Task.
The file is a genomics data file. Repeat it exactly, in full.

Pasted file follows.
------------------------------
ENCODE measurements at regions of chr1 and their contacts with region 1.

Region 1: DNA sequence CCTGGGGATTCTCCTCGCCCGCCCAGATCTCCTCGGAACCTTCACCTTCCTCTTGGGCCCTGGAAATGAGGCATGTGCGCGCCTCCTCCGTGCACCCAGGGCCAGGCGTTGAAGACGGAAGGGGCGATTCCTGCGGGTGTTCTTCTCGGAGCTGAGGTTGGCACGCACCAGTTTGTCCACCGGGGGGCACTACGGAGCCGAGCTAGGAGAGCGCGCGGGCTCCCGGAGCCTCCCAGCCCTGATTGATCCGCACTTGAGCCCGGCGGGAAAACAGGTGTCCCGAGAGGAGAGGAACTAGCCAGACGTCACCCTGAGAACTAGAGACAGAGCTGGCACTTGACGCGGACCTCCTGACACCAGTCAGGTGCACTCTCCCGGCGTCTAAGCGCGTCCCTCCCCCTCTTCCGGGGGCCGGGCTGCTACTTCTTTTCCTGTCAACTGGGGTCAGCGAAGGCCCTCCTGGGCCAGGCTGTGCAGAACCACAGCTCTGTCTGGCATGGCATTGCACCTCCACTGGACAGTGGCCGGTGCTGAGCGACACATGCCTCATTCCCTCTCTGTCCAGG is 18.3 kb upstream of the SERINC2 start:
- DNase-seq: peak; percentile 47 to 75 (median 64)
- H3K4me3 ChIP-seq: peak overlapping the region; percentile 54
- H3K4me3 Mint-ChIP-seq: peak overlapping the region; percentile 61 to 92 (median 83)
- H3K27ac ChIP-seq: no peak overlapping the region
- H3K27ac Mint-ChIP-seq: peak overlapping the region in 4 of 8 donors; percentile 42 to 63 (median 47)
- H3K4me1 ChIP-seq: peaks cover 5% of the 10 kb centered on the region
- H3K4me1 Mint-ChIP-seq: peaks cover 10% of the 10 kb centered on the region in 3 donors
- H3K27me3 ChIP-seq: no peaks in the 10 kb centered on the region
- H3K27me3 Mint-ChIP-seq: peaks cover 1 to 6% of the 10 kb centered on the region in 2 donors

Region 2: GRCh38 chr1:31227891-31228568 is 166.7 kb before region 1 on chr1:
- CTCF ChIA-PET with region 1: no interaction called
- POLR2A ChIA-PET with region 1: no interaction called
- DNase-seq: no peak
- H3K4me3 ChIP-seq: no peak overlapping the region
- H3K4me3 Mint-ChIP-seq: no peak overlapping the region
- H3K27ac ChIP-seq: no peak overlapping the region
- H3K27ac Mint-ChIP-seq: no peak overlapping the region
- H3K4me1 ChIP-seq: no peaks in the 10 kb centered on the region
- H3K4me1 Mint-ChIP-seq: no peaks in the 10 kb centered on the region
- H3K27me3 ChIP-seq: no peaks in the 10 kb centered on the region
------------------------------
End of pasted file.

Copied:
ENCODE measurements at regions of chr1 and their contacts with region 1.

Region 1: DNA sequence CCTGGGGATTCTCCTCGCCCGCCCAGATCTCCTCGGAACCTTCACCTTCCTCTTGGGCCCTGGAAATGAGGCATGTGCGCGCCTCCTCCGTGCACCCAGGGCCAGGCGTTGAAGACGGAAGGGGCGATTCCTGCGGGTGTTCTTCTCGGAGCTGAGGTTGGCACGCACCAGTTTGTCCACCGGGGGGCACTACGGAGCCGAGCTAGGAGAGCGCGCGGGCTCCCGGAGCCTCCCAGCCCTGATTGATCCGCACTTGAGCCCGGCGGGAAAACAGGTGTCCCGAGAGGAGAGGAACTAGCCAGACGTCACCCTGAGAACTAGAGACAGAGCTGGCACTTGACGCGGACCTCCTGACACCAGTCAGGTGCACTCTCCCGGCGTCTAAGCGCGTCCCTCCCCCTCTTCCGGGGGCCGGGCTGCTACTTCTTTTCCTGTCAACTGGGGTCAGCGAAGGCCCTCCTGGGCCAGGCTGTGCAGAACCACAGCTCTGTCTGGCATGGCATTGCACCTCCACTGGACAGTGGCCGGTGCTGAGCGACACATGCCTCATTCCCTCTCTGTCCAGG is 18.3 kb upstream of the SERINC2 start:
- DNase-seq: peak; percentile 47 to 75 (median 64)
- H3K4me3 ChIP-seq: peak overlapping the region; percentile 54
- H3K4me3 Mint-ChIP-seq: peak overlapping the region; percentile 61 to 92 (median 83)
- H3K27ac ChIP-seq: no peak overlapping the region
- H3K27ac Mint-ChIP-seq: peak overlapping the region in 4 of 8 donors; percentile 42 to 63 (median 47)
- H3K4me1 ChIP-seq: peaks cover 5% of the 10 kb centered on the region
- H3K4me1 Mint-ChIP-seq: peaks cover 10% of the 10 kb centered on the region in 3 donors
- H3K27me3 ChIP-seq: no peaks in the 10 kb centered on the region
- H3K27me3 Mint-ChIP-seq: peaks cover 1 to 6% of the 10 kb centered on the region in 2 donors

Region 2: GRCh38 chr1:31227891-31228568 is 166.7 kb before region 1 on chr1:
- CTCF ChIA-PET with region 1: no interaction called
- POLR2A ChIA-PET with region 1: no interaction called
- DNase-seq: no peak
- H3K4me3 ChIP-seq: no peak overlapping the region
- H3K4me3 Mint-ChIP-seq: no peak overlapping the region
- H3K27ac ChIP-seq: no peak overlapping the region
- H3K27ac Mint-ChIP-seq: no peak overlapping the region
- H3K4me1 ChIP-seq: no peaks in the 10 kb centered on the region
- H3K4me1 Mint-ChIP-seq: no peaks in the 10 kb centered on the region
- H3K27me3 ChIP-seq: no peaks in the 10 kb centered on the region